28 January 2015

Regency Shoe Shopping

The Duchess blush or York flame, 1791. BM 1868,080.6133 
I love how social media helps us share resources and allows those with a common interest to learn from each other.

If I was intentionally shopping for inexpensive Regency-looking shoes, I wouldn't be able to find them. A few months ago I saw this pair of shoes in my Pinterest feed, thanks to Quinn, which has led to some serious Regency shoe shopping.

Ollio Women's Shoe, available on Amazon

Since Kitty Calash and I are preparing for an 1820 event, I couldn't resist the excuse to splurge on super pointy toed shoes...


...so I ordered them in brown. After doing a little research, the shape reminds me of this 1790s pair from the V&A. My new shoes are probably better suited for a late 18th or early 19th century event.

Thanks to Amazon's "People who viewed this also viewed" feature, I was tempted by two other pairs.

The Mia blue suede flat, which is ironically the same style shoe that the Bohemian Belle did a great blog post about last year.

And the Breckelles boots in taupe. (The boots are shown with the printed cotton for the dress I'm wearing to the 1820 program.)

But it gets better! When antiquing in VT last month, I discovered old ballet slippers--that fit.




They're quite different from the ballet shoes I've used over the last 30 years. The leather is stiffer and the shank is almost as solid as a pointe shoe's wood shank. They have eyelets for lacing across the foot much like Regency ballerina style shoes, which differs from the method of lacing pointe shoes around the ankle.

I recruited advice from my ballet teacher, a former NYCB principal, who thought they were mid-century. I agree...
...they have a Cyd Charisse quality to them. 

I hope this bit of shopping/research helps inspire others on the path of 19th century foot attire!

05 January 2015

Winter Wear

Though this has been a mild winter, it's cold enough to inspire some winter wear research. For two winters I've been itching to make...


 ...this yellow cloak. I love the color combination and fur trim. Given the way the fabric rests around her shoulders, I think it's a capelet, similar to what a men's cloak would feature, and not a typical lady's cloak hood.

 The angle of this 1786 Ann Lewis illustration is a good model for draping the capelet. And I love the color combination.

This 1781 cloak features a slightly more dramatic capelet.


But I could just chicken out and make a fur-trimmed hood, like this 1758 cloak shows.

Moving forward, I'd like to make this 1804 oversized muff 
someday...which could probably double as a throw pillow.

And for anyone wanting to make a furry Regency coat, I found a good source for this 1814 fur. Haberman Fabrics's Chincilla Faux Fur is a close color match.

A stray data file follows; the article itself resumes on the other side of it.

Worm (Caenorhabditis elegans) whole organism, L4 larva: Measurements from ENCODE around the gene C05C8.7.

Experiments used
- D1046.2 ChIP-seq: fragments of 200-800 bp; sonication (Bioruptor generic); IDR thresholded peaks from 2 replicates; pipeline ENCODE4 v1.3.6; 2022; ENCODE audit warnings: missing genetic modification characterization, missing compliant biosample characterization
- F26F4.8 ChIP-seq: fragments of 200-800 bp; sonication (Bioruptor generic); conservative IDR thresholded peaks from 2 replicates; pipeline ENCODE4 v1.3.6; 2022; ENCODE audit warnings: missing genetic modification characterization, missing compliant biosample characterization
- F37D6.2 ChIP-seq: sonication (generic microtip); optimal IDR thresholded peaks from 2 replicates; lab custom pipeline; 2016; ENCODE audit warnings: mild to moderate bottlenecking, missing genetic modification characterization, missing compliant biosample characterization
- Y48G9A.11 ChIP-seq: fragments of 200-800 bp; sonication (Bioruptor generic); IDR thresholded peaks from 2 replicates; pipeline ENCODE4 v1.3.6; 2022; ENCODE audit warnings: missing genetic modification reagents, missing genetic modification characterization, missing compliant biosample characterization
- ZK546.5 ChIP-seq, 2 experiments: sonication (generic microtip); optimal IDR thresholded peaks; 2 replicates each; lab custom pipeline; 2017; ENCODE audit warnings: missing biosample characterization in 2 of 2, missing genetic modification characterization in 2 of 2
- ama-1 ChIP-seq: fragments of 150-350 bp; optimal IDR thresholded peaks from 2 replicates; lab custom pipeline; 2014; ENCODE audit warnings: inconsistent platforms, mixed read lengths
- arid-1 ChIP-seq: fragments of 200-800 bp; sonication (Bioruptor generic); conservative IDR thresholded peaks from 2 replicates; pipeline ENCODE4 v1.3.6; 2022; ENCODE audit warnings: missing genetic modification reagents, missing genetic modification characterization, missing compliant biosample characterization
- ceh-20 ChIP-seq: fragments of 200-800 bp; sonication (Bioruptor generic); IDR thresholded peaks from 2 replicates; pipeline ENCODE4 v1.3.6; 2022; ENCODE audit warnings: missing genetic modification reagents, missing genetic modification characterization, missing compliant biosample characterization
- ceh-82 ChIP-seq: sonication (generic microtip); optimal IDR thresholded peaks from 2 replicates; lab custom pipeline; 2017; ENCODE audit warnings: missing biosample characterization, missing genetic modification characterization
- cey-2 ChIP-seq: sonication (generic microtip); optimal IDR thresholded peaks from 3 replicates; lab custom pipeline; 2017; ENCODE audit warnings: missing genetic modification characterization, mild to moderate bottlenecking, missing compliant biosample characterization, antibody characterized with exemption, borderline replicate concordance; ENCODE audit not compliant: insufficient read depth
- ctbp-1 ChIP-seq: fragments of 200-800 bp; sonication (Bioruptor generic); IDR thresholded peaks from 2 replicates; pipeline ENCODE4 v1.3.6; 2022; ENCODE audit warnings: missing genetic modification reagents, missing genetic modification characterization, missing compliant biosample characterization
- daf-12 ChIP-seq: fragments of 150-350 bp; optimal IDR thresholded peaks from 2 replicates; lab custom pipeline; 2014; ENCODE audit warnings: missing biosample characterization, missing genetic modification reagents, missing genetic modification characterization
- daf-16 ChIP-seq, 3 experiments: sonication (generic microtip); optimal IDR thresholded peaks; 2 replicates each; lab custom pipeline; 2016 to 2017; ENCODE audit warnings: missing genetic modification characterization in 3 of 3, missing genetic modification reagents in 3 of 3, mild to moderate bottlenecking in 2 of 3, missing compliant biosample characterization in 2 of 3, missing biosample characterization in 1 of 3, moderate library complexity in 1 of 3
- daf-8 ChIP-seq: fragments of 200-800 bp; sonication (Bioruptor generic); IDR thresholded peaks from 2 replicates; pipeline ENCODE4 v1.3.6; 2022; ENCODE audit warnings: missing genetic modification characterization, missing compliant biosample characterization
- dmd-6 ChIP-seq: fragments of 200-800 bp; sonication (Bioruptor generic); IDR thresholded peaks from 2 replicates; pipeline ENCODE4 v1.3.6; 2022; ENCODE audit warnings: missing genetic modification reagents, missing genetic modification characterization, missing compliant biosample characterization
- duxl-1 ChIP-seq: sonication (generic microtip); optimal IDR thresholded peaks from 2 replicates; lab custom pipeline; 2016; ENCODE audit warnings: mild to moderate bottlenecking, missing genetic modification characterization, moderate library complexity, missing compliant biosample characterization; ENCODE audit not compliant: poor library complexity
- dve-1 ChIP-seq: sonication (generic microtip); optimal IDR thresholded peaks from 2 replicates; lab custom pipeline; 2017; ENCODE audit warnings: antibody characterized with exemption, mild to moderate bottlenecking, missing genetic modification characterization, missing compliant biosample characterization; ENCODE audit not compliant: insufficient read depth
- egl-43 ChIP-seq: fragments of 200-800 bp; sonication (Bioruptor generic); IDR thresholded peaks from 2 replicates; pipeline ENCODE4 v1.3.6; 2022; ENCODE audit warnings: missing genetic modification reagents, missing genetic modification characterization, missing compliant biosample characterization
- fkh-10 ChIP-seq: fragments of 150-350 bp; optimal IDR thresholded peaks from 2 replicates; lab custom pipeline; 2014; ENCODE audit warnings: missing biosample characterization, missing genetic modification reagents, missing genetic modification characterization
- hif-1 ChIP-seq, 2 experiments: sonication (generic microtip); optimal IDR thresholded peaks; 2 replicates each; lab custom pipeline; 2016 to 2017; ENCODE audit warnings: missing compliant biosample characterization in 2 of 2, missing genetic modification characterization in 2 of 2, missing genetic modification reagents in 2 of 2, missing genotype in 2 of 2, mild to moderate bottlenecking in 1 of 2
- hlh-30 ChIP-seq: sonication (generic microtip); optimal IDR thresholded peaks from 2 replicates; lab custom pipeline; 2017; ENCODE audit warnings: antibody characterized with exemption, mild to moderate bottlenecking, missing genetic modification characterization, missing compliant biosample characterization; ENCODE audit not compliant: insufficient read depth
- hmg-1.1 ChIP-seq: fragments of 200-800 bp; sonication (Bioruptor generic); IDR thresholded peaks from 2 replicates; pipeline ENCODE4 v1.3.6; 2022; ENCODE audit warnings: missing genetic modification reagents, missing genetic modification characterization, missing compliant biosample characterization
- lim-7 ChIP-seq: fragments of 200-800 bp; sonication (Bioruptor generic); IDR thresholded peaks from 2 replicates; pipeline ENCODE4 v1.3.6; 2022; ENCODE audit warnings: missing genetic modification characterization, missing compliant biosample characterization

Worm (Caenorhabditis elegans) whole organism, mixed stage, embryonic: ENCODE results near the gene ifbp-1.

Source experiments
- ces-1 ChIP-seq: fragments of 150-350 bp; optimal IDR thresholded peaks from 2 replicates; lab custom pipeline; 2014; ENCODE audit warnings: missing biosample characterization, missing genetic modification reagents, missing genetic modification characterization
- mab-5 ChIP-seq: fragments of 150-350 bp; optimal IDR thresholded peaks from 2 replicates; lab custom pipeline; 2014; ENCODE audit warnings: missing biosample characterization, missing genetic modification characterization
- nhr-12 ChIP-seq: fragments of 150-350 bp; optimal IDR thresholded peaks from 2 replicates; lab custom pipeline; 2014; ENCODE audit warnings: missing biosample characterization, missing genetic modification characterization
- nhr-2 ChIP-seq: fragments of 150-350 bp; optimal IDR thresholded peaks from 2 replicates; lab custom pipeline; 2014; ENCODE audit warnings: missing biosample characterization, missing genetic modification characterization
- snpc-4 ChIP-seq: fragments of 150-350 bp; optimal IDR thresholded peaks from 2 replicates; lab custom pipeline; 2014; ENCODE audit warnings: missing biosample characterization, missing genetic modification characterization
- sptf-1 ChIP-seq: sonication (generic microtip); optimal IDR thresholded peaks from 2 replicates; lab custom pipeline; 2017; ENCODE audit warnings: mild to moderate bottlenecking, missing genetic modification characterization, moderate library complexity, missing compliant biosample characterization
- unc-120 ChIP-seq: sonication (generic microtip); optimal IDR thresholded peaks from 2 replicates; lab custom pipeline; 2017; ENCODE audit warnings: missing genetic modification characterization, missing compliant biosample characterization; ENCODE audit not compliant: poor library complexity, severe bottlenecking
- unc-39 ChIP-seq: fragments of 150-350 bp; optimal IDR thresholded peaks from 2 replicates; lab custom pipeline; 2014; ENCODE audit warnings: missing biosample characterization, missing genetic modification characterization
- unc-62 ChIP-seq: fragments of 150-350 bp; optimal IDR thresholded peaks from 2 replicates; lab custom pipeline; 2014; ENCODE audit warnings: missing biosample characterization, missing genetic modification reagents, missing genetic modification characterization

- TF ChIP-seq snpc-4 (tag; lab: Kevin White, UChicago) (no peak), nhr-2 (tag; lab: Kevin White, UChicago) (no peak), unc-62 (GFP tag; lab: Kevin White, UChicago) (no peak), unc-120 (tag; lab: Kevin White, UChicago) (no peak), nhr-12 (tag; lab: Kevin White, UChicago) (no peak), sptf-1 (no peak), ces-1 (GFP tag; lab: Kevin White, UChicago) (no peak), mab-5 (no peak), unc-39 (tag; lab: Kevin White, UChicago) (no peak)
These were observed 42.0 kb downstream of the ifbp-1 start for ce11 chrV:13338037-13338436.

Though their fur is a little pricey, I've generally found that it's a decent quality that doesn't feel like a synthetic fiber and look blatantly fake. And this one is currently on sale!

Images two-six found via Pinterest.

15 December 2014

A Little Shoe Review

Finding period-correct children's shoes is nearly impossible. Fugawee used to sell them for about $50, but they're no longer available. Burnley & Trowbridge sells nice kid's shoes but they run too narrow for my family...and they're pricey ($75-$90). The few options leave me considering to sew them myself, and I'm not up for that adventure. So what's a kid to wear? For those with the same struggle, here's a little shoe review of a few options we tried this year.
I bought these Mary Janes in red from Shrimp & Grits for about $20. They're cute, they run close to size and look appropriate with her white leading strings gown. They have a rubber sole, some support on the sides and the velcro closer is well-hidden, though they're not made for wearing every day. Miss A scratched the red off the side button when sitting "criss cross applesauce". But for occasional use, combined with the cost, this is my #1 option.


I found a pair of black cotton hand sewn shoes similar to this pair on ebay. They're fine for a photo shoot, and they're super cheap, but they're not made for extended wearing. There's no support and hardly any traction on the sole. (When my daughter would run, she kept falling.) You can see a photo of her wearing them with her purple gown here.


Others have recommended this boys dress shoe from Payless, which we have found to be a good option. (If I could attach a small buckle, it would look perfect.) It's sturdy / good for running and costs less than $20, but my daughter prefers girly shoes.

Next season we'll try this handmade shoe by Bear Feet Kids Shoes on Etsy, which costs about $30.
What shoes does your little one wear?

01 December 2014

A Touch of Red

In sewing my Ann Frankland Lewis gown, I was struck by the color combination. Red and brown are not what I would pair together. Brown and pretty much every pastel? Yes. But not red. It's more of a Christmas/Valentine's color...or shoes that pop. Yet digging around, red seems to be a common accent in fashion plates. Below are a sampling of images that illustrate this and provide a little holiday fashion inspiration...

 1798

 1799

 November 1802

 1802

 1807

 1809

 1810

 1810

1811

 1813

 1815

  1825

All images found via Pinterest.

29 November 2014

#ShopSmall Vintage Etsy Sale

I'm hosting a #ShopSmall vintage sale in my Etsy shop! All vintage items, or items that use vintage trim, are 20% off (no promo code needed) through December 1st such as...

Was $70, now $56
(That's such a bargain, this hat is awesome!)

Was $6, now $4.80

Antique Hand Fan that's perfect for winter balls.
Was $22, now $18.40

Brown felt hat with 1930s-40s antique ribbon.
Was $82, now $65.60